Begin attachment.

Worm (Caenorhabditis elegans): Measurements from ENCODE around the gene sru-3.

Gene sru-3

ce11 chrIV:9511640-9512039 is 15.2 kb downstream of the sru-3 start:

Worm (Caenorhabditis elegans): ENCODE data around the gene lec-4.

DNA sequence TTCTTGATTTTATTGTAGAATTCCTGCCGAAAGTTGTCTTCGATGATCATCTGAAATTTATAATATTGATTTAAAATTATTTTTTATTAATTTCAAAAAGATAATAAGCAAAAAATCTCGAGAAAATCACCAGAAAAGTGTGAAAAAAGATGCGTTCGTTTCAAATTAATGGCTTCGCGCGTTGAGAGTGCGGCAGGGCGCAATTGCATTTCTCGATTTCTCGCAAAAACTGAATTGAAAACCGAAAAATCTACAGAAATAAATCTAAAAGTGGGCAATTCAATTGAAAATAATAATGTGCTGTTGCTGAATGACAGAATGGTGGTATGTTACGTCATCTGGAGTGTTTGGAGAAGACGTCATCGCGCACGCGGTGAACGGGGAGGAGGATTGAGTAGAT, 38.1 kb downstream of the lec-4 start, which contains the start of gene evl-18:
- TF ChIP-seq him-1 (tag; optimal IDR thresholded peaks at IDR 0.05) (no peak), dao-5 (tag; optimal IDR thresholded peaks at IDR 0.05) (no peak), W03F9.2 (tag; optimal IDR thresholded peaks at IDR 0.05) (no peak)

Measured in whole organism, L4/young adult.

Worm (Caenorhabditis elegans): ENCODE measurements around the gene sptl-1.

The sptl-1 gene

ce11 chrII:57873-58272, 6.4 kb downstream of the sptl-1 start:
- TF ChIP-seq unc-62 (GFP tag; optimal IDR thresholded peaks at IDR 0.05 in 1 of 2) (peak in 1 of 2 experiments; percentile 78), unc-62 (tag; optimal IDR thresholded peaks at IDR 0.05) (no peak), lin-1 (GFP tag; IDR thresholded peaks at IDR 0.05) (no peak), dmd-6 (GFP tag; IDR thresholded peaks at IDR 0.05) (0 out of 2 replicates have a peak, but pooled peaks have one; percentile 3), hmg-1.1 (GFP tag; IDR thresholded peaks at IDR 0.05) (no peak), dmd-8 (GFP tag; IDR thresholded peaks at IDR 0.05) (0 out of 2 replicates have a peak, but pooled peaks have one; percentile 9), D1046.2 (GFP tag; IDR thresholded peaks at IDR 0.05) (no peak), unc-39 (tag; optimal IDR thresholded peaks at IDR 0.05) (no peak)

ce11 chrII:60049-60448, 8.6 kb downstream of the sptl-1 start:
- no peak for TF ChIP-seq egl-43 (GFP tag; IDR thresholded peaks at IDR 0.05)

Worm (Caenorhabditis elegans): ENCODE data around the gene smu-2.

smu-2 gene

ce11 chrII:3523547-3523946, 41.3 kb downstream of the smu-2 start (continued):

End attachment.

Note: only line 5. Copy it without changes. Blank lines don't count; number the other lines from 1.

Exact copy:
DNA sequence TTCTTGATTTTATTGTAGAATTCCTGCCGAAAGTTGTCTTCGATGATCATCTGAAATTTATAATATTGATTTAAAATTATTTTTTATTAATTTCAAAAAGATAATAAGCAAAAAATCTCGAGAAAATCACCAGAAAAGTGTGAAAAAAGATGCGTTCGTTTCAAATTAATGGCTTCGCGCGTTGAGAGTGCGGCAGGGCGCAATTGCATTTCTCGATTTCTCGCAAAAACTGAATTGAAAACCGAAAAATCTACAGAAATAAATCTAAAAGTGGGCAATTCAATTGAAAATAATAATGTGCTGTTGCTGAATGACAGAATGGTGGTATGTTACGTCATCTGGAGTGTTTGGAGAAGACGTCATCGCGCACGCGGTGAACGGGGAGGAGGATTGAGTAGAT, 38.1 kb downstream of the lec-4 start, which contains the start of gene evl-18: